You are not alone if you didn’t get around to setting your financial goals before the 2021 new year began. (After all, there were a few things going on in the world…). But it’s never too late to plan.
Goal Planning Makes Success More Likely
“People who write down their goals are 1.2 to 1.4 times more likely to achieve them.” — Forbes
Writing down your goals can immediately make you feel better — as well as making it more likely you will succeed in achieving them.
“Research has shown that envisioning the steps necessary to complete a goal reduces anxiety, increases confidence, and lead to more effortful actions. Further, goal setters feel closer to the end goal in terms of time when they envision success rather than failure.” –Association for Psychological Science
What is a Financial Goal?
Any plan you have for your money can be a financial goal. For example, a short-term goal can be to meet your budget for this month, while saving enough each month to invest for retirement is a long-term financial goal.
Ideally you will have a mix of goals and potential tactics to achieve them. You want your goals to give you focus and keep you accountable, not to gather dust in a drawer or weigh you down.
Where to Start
Daily money managers are often asked to help their clients handle many of the details of implementing financial goals but if you haven’t set financial goals in the past, getting started can be a challenge. In addition to seeking professional help from a certified financial planner, a good DIY resource is the Financial Fitness Quiz [pdf] from Rutgers University.
Ten Financial Goals to Consider for 2021
Now is a perfect time to plan and set a few obtainable goals. Here are a few suggestions to get you started:
- Revisit your budget or create a new one. After year-end is an ideal time to assess spending and determine if a budget adjustment will help you meet your financial goals, but you can do it any time of year.
- Consider using less paper and avoiding mail delivery problems by switching to electronic versions of statements. Be sure to keep a list of passwords in a safe place.
- Evaluate accounts to see if any can be closed or consolidated. Eliminating extra accounts will mean fewer 1099s and service fees.
- Automate routine bill payments to eliminate service interruptions. Create a bill checklist to be sure critical payments are not overlooked. For instance, if a home equity payment bill is not received, could you set it up automatically or put a reminder on your smartphone’s calendar?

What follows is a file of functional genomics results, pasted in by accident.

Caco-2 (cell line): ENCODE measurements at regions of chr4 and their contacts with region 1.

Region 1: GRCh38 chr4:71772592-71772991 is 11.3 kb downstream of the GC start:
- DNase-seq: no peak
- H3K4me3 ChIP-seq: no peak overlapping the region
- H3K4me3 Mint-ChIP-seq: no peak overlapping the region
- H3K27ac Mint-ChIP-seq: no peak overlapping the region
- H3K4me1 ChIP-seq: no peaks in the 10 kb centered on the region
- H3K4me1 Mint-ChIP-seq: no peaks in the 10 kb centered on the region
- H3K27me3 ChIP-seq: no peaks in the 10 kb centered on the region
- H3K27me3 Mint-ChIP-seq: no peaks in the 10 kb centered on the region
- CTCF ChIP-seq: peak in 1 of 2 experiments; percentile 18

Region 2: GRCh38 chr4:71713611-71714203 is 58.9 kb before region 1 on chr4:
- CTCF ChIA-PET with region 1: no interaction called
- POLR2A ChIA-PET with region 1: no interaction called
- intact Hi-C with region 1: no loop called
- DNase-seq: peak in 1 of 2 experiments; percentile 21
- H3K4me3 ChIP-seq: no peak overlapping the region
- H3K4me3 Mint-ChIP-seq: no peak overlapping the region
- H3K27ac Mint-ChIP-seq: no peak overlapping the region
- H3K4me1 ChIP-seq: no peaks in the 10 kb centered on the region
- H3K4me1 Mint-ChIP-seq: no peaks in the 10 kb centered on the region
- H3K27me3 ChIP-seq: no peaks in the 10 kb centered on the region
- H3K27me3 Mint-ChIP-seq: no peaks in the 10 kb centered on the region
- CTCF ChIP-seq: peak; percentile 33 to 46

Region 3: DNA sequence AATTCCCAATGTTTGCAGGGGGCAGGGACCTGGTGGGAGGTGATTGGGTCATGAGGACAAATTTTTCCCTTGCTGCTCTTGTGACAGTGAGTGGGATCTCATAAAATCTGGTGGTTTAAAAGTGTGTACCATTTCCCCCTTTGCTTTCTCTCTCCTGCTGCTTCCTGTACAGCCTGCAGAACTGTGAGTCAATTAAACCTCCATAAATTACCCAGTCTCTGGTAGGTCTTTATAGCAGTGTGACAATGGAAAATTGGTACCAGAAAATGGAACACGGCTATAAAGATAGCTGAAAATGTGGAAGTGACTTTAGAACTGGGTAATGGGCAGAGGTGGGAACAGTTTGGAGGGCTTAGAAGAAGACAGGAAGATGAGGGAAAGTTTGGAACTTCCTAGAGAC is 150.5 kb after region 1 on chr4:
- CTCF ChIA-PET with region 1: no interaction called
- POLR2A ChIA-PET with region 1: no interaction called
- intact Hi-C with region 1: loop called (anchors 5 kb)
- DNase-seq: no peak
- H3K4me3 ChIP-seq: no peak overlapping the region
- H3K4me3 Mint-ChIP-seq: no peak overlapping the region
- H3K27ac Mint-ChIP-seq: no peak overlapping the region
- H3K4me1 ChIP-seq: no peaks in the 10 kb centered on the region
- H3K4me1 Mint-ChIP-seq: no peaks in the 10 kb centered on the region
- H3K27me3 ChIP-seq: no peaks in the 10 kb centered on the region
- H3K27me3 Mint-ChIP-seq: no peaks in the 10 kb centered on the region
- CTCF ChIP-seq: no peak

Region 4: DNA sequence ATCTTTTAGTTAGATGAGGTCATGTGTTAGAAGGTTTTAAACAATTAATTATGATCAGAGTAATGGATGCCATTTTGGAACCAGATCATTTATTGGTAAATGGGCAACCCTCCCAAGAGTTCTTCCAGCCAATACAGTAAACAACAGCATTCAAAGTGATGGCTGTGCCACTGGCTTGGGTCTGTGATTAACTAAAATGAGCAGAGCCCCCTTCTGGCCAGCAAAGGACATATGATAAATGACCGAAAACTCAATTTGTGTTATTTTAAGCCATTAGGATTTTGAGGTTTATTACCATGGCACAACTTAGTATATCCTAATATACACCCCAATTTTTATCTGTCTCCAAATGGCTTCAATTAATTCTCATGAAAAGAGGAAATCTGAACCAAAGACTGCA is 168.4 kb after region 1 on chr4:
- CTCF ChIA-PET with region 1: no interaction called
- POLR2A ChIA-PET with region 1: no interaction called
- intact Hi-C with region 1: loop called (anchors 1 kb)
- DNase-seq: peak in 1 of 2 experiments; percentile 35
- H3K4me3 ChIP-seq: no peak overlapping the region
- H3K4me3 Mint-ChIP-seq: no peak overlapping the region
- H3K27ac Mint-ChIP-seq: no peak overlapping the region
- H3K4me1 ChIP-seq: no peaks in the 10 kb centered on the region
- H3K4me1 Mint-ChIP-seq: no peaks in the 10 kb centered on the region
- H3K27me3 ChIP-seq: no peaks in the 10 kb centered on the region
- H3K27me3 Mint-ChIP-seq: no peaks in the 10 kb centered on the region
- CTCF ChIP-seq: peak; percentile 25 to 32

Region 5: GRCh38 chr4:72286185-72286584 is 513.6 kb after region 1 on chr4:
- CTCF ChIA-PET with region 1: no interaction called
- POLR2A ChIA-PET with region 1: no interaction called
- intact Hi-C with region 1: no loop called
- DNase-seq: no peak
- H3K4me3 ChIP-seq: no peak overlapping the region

- Create an emergency cash fund to cover 3-6 months’ worth of living expenses. One option is to put a specific amount from each paycheck into a separate account, using automatic transfers. Alternatively, you can use bonus checks, rebates, or tax refunds to fund your “rainy day account”.
- Evaluate your filing system. If something happened to you, would your relatives know where your important documents are located?
- Review all financial documents including mortgage, retirement plans, Health Savings Accounts (HSA) and other investments to determine if changes are required to adequately diversify and be tax efficient. Also, review auto and home insurance coverage to see if you can save money by combining your coverage so everything is insured with the same company.
- If you receive a pay raise, consider putting the extra money in a savings account or use it to pay down credit card debt.
- Monitor your credit report. Request your Free Credit Report and fix any errors.
- Be sure to update (or create) your estate documents, e.g., wills, trusts, power of attorney for health care and for finances, and your child’s guardian. Also, make sure named beneficiaries on all life insurance policies and financial documents are current.
Whether or not 2020 was a good year for you emotionally or financially, 2021 can be better if you start now. Remember that it’s never too late to plan!
Susan St. Angelo of My Trusted Partners, LLC provides daily money management services from Indianapolis, Indiana. For more information: www.mytrustedpartnerllc.com.